Public service. Some say it’s a calling – the chance to make a difference in the lives of real people, while engaging in challenging work.
The challenge of making a difference won’t make you rich (though the benefits are great!) and you’ll have to deal with the hurdles of politics and critical public scrutiny. It’s tough and often thankless work.
But if you’re someone who wants to give something back, public service can be extremely rewarding.
This week, May 2-8, is the annual celebration of Public Service Recognition Week, created in 1985 to honor individuals who serve our nation as federal, state, county and local government employees. In recognition, we’re highlighting a handful of TCEQ scientists and other subject-matter experts who devote their working hours to protecting Texas waters and air quality.
To help spread the word about their important roles, they’ve taken time to break down for elementary and middle school students the benefits of what they do through a series of virtual field trips piloted through Dallas ISD.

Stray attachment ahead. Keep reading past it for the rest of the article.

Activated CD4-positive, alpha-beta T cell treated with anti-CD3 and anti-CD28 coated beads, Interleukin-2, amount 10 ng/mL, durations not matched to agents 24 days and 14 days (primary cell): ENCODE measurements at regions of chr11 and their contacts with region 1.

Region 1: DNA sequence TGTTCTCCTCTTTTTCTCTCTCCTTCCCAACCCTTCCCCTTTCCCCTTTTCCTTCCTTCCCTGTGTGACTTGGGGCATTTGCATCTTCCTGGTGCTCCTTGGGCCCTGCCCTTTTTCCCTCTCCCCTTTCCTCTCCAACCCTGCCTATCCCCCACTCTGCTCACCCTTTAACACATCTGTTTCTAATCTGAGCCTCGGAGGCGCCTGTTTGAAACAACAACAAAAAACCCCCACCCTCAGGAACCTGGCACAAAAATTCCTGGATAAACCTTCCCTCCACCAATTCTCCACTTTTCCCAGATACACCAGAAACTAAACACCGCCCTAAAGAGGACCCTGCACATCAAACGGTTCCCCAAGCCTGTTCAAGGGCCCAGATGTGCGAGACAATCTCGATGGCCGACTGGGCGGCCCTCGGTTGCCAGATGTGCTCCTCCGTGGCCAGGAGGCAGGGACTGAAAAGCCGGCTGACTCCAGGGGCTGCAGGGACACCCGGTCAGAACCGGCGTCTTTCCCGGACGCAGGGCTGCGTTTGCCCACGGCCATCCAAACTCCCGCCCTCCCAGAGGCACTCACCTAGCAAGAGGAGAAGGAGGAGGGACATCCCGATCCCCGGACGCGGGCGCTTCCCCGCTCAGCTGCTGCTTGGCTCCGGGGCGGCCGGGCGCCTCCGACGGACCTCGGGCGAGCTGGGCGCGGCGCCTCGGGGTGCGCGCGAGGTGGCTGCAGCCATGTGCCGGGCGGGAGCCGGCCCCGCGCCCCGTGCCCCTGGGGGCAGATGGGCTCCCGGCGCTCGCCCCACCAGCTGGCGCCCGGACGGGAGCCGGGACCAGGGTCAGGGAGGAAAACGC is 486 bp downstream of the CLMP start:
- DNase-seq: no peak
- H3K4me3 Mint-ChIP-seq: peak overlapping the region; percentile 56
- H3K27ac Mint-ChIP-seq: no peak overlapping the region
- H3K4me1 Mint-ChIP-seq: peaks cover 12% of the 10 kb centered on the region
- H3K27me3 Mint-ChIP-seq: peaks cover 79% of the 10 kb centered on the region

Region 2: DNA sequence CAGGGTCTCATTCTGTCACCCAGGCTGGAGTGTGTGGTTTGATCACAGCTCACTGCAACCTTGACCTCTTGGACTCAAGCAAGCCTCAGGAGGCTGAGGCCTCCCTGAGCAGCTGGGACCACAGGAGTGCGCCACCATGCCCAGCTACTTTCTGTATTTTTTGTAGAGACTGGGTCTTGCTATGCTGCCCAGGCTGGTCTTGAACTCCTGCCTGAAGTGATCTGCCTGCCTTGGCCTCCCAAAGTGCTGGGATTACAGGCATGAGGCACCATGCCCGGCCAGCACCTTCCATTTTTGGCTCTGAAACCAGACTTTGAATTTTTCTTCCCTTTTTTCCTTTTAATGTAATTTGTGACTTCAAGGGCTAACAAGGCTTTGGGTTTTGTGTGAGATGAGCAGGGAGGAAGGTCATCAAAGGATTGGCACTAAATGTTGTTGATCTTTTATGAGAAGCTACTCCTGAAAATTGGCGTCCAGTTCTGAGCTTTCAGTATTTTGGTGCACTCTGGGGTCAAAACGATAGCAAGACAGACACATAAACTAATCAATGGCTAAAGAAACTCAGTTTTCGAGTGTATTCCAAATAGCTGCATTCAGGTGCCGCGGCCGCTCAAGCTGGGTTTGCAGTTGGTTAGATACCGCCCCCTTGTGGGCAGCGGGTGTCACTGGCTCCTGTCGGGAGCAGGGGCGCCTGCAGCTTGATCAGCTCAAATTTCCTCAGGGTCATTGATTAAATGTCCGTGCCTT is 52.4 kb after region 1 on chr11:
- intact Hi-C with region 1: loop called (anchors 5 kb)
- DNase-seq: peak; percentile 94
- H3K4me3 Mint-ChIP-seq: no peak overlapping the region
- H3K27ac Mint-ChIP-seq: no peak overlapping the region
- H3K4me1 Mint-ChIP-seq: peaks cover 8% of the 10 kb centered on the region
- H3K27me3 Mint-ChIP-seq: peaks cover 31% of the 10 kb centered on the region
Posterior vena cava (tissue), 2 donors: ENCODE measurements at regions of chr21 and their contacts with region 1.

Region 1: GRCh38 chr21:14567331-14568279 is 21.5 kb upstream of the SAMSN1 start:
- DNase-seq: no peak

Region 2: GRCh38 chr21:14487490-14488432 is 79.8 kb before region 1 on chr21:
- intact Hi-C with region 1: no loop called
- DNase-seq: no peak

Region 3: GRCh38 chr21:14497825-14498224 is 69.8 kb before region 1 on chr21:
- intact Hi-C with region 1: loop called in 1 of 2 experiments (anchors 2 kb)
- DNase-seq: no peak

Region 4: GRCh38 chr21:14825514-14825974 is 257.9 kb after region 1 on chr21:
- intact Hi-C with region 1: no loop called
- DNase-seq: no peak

Even if you’re a college-educated adult with a busy work and personal life, there’s something refreshing about having complex technical topics explained to you like you’re a fifth grader. I now know more about river biodiversity, weather and climate, estuary systems and water quality than I ever thought possible (admittedly not that much for an English major!) Feel free to skip ahead and check out the playlist of virtual field trips now, but we’ll be highlighting one video each day this to keep the Public Service Recognition going all week long.
As noted, government work comes with its own special challenges. But whether you think government should be bigger or smaller, our efforts at TCEQ are to make it better. The agency is comprised of 2,800 employees in offices across the state who care about their environment and use their skills—from accounting to engineering to human resources to biology—to make Texas a better place to live. In other words, public service.
In the words of Commissioner Bobby Janecka to TCEQ staff in a recent email: “Environmental protection is a technically complex field, fraught with many areas of potential controversy, and I consider it a testament to all of you—your professionalism and dedication to your work—as the biggest reason we continue to navigate these waters with what I believe is continued success. Thank you all for all you do and have done over the years.”
From the bottom of my heart, what he said. Cheers to all my fellow public servants—may you celebrate well this week.